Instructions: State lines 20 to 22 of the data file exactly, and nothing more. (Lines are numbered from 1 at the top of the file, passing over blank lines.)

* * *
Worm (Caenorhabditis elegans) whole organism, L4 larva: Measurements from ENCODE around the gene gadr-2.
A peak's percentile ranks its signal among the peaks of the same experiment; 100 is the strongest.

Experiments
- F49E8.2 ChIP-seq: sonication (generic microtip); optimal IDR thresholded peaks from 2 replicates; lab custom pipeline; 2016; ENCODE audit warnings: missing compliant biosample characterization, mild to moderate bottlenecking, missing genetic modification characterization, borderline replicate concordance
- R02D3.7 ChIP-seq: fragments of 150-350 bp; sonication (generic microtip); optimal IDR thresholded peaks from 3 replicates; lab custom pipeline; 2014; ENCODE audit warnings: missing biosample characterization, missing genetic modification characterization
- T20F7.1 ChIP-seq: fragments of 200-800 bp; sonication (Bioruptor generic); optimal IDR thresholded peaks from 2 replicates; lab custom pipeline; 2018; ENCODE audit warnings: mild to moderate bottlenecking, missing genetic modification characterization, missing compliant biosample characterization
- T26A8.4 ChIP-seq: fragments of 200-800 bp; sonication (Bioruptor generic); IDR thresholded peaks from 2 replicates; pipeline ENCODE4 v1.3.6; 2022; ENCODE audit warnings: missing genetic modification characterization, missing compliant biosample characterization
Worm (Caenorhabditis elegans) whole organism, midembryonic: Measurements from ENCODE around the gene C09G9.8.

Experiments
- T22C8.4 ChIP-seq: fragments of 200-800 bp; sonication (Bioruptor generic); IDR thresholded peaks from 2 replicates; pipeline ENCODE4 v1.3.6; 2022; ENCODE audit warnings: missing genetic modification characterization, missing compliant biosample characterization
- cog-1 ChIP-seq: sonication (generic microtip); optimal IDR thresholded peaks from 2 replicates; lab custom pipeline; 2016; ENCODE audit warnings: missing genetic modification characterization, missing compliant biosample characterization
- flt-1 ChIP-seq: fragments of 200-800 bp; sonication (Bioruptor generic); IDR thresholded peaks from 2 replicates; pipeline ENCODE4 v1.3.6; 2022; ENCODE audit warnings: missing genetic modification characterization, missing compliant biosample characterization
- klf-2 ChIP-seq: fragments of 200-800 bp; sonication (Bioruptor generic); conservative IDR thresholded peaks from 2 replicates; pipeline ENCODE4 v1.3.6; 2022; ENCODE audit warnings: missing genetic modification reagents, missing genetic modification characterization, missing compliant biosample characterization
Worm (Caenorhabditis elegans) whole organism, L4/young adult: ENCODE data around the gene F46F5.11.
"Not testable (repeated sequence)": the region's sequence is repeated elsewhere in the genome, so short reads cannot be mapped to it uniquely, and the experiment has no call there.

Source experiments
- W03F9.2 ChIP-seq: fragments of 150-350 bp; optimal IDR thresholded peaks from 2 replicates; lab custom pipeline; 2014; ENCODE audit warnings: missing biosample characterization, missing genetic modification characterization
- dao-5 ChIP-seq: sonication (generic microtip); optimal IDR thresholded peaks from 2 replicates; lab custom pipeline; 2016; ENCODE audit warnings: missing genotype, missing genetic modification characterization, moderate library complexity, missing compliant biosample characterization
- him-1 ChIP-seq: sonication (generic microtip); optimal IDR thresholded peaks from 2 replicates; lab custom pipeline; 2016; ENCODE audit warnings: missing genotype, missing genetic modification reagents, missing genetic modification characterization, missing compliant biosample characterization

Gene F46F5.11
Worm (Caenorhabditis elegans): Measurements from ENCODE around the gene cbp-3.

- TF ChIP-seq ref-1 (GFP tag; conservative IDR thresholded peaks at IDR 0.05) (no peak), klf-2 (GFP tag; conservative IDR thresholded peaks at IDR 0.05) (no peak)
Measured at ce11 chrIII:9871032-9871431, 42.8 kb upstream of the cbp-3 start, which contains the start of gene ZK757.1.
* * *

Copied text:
Gene F46F5.11
Worm (Caenorhabditis elegans): Measurements from ENCODE around the gene cbp-3.

- TF ChIP-seq ref-1 (GFP tag; conservative IDR thresholded peaks at IDR 0.05) (no peak), klf-2 (GFP tag; conservative IDR thresholded peaks at IDR 0.05) (no peak)